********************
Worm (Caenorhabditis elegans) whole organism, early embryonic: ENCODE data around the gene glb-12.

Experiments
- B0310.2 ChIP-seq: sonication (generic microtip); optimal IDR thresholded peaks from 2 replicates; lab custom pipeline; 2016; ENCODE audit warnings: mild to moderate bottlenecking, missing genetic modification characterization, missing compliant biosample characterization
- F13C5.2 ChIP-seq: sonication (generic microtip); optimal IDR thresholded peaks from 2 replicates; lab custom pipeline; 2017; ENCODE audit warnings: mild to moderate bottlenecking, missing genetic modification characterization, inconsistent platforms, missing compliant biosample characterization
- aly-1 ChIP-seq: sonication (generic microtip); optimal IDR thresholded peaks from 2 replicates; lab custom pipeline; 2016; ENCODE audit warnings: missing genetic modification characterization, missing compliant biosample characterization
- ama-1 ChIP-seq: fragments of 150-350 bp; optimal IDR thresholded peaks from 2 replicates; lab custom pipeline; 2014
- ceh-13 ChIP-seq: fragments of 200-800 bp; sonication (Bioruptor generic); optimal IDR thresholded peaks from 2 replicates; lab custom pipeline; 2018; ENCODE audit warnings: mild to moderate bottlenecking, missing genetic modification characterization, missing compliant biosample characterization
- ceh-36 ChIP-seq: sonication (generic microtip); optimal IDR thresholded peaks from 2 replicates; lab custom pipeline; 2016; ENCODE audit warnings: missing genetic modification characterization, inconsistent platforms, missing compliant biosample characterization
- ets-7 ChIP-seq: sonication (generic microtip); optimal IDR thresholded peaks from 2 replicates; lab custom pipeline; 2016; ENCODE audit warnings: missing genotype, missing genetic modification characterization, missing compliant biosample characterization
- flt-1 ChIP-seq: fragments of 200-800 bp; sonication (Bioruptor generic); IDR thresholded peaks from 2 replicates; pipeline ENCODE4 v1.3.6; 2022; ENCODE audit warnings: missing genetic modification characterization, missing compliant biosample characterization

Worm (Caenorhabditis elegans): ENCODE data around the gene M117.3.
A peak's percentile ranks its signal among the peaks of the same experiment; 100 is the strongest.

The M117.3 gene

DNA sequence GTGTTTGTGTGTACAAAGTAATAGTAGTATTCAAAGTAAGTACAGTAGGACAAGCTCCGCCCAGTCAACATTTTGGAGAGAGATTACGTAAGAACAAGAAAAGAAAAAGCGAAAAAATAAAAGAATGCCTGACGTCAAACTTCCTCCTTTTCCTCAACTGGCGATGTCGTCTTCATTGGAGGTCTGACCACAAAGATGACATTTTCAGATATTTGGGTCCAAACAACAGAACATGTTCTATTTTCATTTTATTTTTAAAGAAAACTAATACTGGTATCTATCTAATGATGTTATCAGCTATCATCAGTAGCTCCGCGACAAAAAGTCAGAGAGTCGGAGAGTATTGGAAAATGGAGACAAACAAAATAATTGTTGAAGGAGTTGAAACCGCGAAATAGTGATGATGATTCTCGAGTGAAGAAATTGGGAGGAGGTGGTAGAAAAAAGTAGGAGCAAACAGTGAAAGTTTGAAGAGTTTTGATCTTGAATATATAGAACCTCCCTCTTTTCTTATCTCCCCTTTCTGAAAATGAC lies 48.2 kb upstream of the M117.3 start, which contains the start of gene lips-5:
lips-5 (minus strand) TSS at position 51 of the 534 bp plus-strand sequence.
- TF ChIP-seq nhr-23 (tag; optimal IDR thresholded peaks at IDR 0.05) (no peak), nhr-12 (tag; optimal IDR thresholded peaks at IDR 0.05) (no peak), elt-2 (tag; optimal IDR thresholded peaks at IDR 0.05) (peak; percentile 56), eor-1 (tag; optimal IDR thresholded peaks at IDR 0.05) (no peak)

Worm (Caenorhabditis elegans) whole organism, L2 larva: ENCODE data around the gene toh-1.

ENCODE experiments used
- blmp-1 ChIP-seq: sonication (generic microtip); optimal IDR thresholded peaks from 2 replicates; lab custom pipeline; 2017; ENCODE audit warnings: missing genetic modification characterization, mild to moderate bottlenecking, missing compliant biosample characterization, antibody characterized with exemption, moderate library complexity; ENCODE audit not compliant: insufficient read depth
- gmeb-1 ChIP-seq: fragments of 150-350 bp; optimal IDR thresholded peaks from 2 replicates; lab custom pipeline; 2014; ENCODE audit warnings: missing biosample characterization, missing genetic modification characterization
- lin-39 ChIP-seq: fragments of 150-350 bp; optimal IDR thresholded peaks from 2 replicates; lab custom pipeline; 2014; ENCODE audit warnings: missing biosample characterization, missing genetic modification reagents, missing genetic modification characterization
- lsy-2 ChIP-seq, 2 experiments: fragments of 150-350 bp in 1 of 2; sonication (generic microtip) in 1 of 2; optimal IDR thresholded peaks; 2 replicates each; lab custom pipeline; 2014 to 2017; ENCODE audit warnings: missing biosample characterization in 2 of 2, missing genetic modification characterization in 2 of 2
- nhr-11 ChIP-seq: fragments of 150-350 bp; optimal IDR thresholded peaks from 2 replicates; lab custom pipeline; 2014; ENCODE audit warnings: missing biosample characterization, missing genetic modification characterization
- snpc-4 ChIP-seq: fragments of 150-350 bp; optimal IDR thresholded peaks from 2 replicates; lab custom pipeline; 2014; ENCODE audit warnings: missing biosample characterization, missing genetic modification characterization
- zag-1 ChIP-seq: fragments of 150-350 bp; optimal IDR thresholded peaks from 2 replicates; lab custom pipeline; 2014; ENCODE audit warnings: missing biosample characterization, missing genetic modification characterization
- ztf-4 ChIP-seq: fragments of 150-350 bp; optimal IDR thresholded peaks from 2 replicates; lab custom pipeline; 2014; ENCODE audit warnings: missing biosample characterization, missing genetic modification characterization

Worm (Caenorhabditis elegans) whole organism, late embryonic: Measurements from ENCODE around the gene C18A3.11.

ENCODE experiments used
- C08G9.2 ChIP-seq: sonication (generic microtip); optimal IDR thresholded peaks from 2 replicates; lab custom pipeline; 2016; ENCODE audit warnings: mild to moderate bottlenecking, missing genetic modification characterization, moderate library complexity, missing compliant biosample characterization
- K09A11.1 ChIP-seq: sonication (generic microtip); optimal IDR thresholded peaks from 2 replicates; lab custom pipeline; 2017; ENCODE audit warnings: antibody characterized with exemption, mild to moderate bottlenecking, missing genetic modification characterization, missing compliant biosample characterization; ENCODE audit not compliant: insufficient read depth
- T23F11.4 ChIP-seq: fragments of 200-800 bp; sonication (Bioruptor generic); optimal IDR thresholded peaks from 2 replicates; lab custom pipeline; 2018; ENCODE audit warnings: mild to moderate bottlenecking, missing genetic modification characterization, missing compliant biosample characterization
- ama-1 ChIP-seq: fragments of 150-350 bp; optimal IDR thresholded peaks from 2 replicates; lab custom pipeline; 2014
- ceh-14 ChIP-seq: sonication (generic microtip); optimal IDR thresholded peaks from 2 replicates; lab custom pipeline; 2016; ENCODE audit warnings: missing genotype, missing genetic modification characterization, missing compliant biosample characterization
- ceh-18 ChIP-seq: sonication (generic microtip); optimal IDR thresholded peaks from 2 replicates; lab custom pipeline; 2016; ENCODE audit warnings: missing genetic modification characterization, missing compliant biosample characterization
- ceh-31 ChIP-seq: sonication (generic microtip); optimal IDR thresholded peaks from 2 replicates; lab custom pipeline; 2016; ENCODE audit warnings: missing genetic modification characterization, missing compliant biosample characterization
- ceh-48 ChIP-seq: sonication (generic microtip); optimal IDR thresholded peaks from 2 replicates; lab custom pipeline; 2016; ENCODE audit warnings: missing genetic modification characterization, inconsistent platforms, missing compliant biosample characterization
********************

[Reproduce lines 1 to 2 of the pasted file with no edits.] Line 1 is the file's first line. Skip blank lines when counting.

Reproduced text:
Worm (Caenorhabditis elegans) whole organism, early embryonic: ENCODE data around the gene glb-12.

Experiments